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Going into the Elephant Room at Arena Stage for their final dress rehearsal the other night, I was expecting something “weird” but not really weird.  Something along the lines of a musical about Brooklyn hipsters, or a troupe that performs 30 mini plays in 60 minutes.  Advertised as some sort of magical comedy theater hybrid with a goofy looking trio mugging for the camera it had high potential to be something I could pretentiously dismiss, while still being happy the art appreciation zeitgeist had improved for the better overall in the internet leveled playing field of taste we live in.  This would be no Reggie Watts, but simply mildly amusing.  And then I was presented with one of the greatest chunks of live entertainment I’ve ever seen.

You get to spend an hour and change on a figuratively and literally magical psychedelic journey through the psyches of the three characters. It’s a stream of consciousness one act with Axel F dance numbers, a little Curb Your Enthusiasm and Mr. Show, a lot of Tim & Eric, actual honest to god impressive illusions, not so impressive ones, an expertly placed Ray Lynch track, a phone call from the Dali Lama, non-awkward audience participation, craptastic special effects, and non stop manic retarded hilarity.

There is no plot, it’s just this giant meta explosion of strangeness. I overheard someone say “I think I got high just watching that” as they left the theater. But it’s never odd just to be odd, everything has weight to it. There is a strange undercurrent of sadness and despair that runs throughout as well. It sort feels like a Christopher Guest project. You start to feel that the three characters have complex backgrounds only hinted at here; Dennis Diamond, a slick Vegas conjurer with a healthy serving of zen, Daryl Hannah, the recovering alcoholic trailer trash wizard, and Louie Magic, the kids birthday party magician / hair metal fan. It’s as if you’re just catching the middle hour of a 12 part BBC mini series when they still had that off-putting soft focus. Or at least think you are whilst in mid-trip when you’re really just looking at the couch.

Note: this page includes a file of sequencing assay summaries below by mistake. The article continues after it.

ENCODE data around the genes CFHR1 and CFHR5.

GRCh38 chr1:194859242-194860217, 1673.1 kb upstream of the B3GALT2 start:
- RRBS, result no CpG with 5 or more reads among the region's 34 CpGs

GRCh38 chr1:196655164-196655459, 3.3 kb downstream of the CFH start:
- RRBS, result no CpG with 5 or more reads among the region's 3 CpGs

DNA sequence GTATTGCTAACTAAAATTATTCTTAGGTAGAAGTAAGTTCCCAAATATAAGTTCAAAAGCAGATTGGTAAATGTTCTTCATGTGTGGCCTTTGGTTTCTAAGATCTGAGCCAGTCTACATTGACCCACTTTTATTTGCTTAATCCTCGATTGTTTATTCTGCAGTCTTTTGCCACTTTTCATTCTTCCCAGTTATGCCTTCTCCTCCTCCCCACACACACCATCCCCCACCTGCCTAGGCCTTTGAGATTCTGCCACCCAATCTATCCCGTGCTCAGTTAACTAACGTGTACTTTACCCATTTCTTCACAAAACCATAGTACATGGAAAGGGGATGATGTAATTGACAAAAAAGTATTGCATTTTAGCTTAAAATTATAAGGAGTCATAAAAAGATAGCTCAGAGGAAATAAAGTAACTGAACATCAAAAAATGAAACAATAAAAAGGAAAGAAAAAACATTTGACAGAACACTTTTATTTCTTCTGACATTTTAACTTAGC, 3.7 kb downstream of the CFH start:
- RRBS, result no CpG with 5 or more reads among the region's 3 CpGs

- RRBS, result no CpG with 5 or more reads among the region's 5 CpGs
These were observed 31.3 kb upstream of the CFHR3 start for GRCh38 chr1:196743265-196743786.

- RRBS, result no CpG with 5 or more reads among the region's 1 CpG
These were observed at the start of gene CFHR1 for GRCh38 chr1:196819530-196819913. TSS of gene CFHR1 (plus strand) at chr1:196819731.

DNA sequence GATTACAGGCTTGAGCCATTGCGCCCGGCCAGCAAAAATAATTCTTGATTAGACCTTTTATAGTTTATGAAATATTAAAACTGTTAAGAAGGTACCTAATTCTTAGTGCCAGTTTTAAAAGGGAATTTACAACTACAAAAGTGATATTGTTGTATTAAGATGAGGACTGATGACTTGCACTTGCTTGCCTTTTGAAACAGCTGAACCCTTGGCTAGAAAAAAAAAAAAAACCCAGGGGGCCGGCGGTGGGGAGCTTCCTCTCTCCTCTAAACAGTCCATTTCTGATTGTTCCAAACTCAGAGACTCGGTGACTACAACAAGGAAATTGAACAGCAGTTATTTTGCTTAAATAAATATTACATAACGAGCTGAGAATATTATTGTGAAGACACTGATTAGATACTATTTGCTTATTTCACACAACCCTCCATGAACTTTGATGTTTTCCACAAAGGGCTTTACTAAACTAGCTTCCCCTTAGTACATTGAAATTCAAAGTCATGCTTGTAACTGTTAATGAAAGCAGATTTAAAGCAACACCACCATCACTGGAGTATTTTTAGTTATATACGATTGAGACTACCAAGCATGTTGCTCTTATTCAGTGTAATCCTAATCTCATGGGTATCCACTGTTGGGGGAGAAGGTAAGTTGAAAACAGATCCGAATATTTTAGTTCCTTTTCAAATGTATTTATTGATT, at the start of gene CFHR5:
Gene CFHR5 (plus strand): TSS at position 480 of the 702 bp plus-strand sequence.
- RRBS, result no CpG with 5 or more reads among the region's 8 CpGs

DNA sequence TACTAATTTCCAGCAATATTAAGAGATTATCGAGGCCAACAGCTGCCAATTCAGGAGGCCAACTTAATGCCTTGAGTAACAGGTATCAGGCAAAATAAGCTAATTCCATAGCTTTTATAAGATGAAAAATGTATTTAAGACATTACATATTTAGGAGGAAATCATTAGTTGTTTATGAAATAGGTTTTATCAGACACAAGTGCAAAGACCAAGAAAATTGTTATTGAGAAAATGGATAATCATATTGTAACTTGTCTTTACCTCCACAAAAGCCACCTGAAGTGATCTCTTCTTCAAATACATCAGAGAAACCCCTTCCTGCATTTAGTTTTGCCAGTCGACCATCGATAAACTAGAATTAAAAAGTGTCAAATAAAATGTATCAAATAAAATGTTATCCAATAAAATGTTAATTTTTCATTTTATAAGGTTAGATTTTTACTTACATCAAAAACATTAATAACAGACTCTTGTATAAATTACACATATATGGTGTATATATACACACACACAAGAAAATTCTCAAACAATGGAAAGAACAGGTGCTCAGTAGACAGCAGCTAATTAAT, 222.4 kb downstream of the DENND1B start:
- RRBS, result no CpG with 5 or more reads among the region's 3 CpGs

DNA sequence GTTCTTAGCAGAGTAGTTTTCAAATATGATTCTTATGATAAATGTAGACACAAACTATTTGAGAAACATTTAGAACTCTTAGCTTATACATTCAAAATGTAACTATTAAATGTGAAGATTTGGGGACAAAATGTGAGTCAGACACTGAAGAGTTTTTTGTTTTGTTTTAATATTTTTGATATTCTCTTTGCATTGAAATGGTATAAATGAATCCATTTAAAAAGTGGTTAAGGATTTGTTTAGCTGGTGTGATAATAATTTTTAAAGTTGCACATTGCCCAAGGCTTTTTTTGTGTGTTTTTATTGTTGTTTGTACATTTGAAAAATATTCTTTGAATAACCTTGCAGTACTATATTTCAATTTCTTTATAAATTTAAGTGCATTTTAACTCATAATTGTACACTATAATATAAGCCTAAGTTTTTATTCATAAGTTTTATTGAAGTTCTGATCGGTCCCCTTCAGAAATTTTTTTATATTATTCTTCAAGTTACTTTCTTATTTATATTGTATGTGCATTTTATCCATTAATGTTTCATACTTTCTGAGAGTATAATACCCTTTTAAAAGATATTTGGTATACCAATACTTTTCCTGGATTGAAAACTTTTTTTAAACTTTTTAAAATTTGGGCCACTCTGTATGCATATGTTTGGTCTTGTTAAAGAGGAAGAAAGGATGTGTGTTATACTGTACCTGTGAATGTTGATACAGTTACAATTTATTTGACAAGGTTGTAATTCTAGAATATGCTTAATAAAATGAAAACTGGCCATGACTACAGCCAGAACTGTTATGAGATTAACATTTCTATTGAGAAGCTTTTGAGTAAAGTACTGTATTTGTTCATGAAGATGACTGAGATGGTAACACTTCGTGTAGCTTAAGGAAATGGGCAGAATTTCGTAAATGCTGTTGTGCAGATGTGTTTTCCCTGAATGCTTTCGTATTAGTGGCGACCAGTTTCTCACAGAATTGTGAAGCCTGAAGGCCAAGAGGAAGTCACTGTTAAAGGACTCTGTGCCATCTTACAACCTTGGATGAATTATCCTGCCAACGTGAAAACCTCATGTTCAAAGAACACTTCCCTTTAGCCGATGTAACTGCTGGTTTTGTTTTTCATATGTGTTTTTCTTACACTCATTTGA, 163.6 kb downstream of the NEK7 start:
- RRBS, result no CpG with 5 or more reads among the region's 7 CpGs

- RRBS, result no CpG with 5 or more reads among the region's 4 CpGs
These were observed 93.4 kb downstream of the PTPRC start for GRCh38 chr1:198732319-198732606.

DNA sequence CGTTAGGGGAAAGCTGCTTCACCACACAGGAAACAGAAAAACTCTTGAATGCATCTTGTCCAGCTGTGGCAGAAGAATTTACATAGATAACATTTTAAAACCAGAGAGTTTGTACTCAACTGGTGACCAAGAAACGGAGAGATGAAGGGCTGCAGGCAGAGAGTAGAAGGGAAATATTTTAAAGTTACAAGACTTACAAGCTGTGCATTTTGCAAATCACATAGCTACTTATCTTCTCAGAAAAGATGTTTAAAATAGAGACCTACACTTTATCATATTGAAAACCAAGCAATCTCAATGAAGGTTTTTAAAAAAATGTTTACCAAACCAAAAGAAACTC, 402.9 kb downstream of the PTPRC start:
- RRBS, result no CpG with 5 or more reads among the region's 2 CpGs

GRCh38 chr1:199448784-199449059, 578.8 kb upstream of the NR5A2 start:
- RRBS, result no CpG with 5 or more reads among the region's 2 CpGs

I want to give as little away as possible, and I’ve already said too much, but there is a bit where all three magicians are performing their own magic trick at the same time, it’s like the ultimate misdirect, yet none are vying for your attention. They’re just casually making balloons animals or sawing a woman in half while addressing the audience as if nothing else if going on around them. It’s so diametrically opposed to what you’re used to that your brain starts to short circuit, the effect is both brilliant and ridiculously funny.

Yet the surprising thing is how accessible the performance is. If I took my mom to it, it probably wouldn’t be her favorite thing ever, but she’d still really like it. It’s a dream come true for annoying hipster snobs like myself, but The Elephant Room has universal appeal to anyone even remotely entertained by this sort of thing. The price is a bit steep, but it’s worth every penny and then some, so don’t sleep on it.